The Precinct in Columbia Tusculum scores consistently with prime cuts, polished service
BY POLLY CAMPBELL
The Cincinnati Enquirer
With mostly aged beefy things on the menu and caricatures of aging beefy guys on the wall, The Precinct steakhouse never has been on the culinary cutting edge.
Now 16 years old, the Columbia Tusculum restaurant could settle into an out-of-date formula and rest on memories of its glory days. Instead, the restaurant has remained one of Cincinnati's favorite places to eat, always there when a list of favorites is compiled, and forever popular with celebrities, especially pro athletes.
How does owner Jeff Ruby keep the shine on The Precinct? First, he takes advantage of the fact that people like conservative food. Then, he does it well.
I'm not impressed especially by a pound-and-a-half porterhouse, nor by caricatures of Oliver North and Sly Stallone on the menu, but I am impressed by the restaurant's fine service, the comfortable luxury of the dining room and the richness of the bearnaise sauce poured over a meltingly tender filet mignon.
Keeps updating menu
Plus, Mr. Ruby is willing to make changes to keep things interesting. In 1993, he hired Chef Anita Hirsch-Cunningham, who revamped The Precinct's menu. There was even a vegetable plate on the menu, and a steak with a Thai sauce.
Ms. Hirsch-Cunningham left in 1995 to start Arboreta in Over-the-Rhine, and The Precinct menu settled back into meat and potatoes, like dad in his La-Z-Boy after halftime. But there are enough creative dishes and updates to keep the menu from stodginess. Some fine-tuning has added seven new menu items, including the Ki-Jana Kabob ($21.95, named for Bengals running back Ki-Jana Carter) and several others honoring football celebrities.
If anybody ever names a steak for me, I'd like it to be something like the new Steak Blake ($24.95, named for Bengals quarterback Jeff Blake), an understated preparation of crusty twin filets, with sauteed portabella mushrooms and eggy, lemony bearnaise, a perfect contrast to the plush beef.
But before you get to eat your steak cooked, you have to inspect it raw. Our young servers both nights did a smooth job presenting the cuts, but it feels like a sales pitch to me, and somewhat intrusive. (A tip: If you say you've eaten there before, they will forgo the spiel.) The servers do the rest of their job in a polished, friendly and efficient manner.
Ah, those steaks look so much better broiled to a charred and crusty turn. There are only three cuts of steak: a filet, a New York strip and a porterhouse (which includes parts of both). The filet and the strip each come in two sizes. New is the king's filet mignon ($29.95), looking like the Rock of Gibraltar at 16 ounces. It's too tender for a steak knife, either for the red interior or the outside crust.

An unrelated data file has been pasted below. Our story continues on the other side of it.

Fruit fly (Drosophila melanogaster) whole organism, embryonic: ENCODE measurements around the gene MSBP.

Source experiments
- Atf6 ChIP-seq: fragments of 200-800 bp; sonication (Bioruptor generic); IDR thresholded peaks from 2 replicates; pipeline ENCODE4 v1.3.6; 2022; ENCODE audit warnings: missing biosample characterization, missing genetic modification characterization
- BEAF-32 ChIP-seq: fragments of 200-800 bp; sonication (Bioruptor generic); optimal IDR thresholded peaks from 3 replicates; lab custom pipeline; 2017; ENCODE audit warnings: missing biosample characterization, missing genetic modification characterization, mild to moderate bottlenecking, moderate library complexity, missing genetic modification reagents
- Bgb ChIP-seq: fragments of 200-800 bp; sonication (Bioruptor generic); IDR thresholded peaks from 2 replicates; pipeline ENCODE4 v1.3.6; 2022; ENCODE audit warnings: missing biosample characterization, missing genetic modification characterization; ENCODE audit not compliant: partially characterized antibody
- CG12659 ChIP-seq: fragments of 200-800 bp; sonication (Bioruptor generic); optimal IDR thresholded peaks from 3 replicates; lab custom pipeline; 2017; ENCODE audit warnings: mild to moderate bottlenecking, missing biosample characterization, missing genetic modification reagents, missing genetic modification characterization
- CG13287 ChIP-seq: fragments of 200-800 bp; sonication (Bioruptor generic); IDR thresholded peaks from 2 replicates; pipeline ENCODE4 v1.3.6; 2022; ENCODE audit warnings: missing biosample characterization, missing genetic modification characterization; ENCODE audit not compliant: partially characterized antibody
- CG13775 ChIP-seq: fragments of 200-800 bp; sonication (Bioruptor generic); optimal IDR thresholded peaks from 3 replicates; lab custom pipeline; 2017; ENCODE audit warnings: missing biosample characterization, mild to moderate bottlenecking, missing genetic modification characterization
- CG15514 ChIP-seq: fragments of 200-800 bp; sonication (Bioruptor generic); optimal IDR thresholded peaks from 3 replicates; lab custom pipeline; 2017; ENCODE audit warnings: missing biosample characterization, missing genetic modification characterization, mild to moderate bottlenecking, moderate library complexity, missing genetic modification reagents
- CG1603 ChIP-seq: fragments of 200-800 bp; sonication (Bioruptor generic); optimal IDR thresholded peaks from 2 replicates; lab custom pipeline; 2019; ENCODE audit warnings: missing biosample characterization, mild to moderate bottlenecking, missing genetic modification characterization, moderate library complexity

The smaller filet in some of the other preparations seems more flavorful. In Steak au Roth ($25.50, named for restaurant investor Dick Roth), the meat stands up to a heavy crust of peppercorns and peppercorn sauce. The more flavorful strip cut is used in Steak Pelfrey ($24.95, named for the Bengals place-kicker Doug Pelfrey) because the Cajun spices give it a kick. I'm afraid it falls short of the goalpost, being fairly moderate in heat, but the steak is well-blackened and served with two sauces.
The new Sword, Steak and Dagger ($24.95) is a three-for-one dish that includes an exquisite seared swordfish (also available on its own, $23.95), a piece of Steak au Roth and blackened scallops with an appealing contrast between their crusty outside and plump, sweet meat. Lamb Chops ($27.95) are as tall as they are wide, and with an assertive lamb flavor that a lamb-lover such as I enjoys.
I was a little disappointed that the dishes prepared by the dining room captain are not done tableside. Flaming brandy would fit right in. My barbecued shrimp -- a refined version of New Orleans barbecued shrimp, peeled except for their tails and in a spicy creole butter sauce -- appeared from the back of the dining room. Barbecued shrimp are $8.95 as an appetizer, $18.95 as an entree.
Entrees come with a choice of salads, of which I especially like the pungent bacon-topped hot slaw. Garlic mashed potatoes, unlike the current vogue for roughly smashed potatoes, are a smooth puree. And the bread, Boudin sourdough from San Francisco, is a treat.
A Waterfront appetizer
Thai spring rolls ($6.50) are new appetizers borrowed from Mr. Ruby's The Waterfront. They're crabby and crispy, different from usual egg rolls.
My friend from Baltimore refused to put a purist's stamp of approval on Maryland crab cakes ($6.25), but that doesn't mean they aren't good, with a zippy corn salsa and spicy sauce. A sampler from the raw bar included perfect shrimp the size of Dan ''Big Daddy'' Wilkinson's ring finger, plus wonderful sweet crab legs and raw oysters. (Raw bar prices are market. Shrimp can be $2.75-$3.25 each, oysters $1.50, crab legs $2.50 an ounce.)
Desserts ($4.95 and $5.95) are as opulent as the steaks. Cheesecake lives up to the name New York-style, cheesy and dense. Bananas Carl (as in Carl ''Chiquita'' Lindner) is another captain's dish. It's like bananas Foster, with caramel sauce, big crunchy walnuts and vanilla ice cream.
If you're following along, you will have noticed that prices at The Precinct will set you back. Unless you're a millionaire ball player, this is a once-in-a-while treat, but one that delivers.
Reviews are done anonymously at Enquirer expense. Ratings take into consideration quality of food, service, presentation and atmosphere, balanced against price.